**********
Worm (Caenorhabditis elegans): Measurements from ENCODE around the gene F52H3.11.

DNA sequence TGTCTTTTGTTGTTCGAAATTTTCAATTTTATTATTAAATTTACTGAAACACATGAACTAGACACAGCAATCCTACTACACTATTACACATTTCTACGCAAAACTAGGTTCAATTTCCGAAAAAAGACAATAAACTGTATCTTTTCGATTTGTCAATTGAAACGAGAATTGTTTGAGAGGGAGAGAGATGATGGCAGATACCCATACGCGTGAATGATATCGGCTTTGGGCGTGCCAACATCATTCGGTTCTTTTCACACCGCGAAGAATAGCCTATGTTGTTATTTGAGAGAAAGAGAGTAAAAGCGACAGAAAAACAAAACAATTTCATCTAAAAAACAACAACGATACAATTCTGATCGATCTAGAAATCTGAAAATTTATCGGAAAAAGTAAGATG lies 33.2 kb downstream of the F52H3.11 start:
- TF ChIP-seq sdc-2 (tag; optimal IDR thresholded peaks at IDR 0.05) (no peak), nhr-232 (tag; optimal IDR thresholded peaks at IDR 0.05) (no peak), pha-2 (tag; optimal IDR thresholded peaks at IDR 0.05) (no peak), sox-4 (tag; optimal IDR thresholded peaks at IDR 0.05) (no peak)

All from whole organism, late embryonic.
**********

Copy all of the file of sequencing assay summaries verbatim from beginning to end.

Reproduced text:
Worm (Caenorhabditis elegans): Measurements from ENCODE around the gene F52H3.11.

DNA sequence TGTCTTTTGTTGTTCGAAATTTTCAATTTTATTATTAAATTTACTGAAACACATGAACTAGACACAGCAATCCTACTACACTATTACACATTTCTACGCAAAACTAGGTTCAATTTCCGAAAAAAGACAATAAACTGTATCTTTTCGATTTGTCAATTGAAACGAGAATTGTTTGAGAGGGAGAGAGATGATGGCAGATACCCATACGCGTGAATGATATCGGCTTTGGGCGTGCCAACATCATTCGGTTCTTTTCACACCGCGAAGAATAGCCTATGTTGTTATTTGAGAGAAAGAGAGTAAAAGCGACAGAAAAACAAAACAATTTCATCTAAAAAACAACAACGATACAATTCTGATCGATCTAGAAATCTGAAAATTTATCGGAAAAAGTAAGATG lies 33.2 kb downstream of the F52H3.11 start:
- TF ChIP-seq sdc-2 (tag; optimal IDR thresholded peaks at IDR 0.05) (no peak), nhr-232 (tag; optimal IDR thresholded peaks at IDR 0.05) (no peak), pha-2 (tag; optimal IDR thresholded peaks at IDR 0.05) (no peak), sox-4 (tag; optimal IDR thresholded peaks at IDR 0.05) (no peak)

All from whole organism, late embryonic.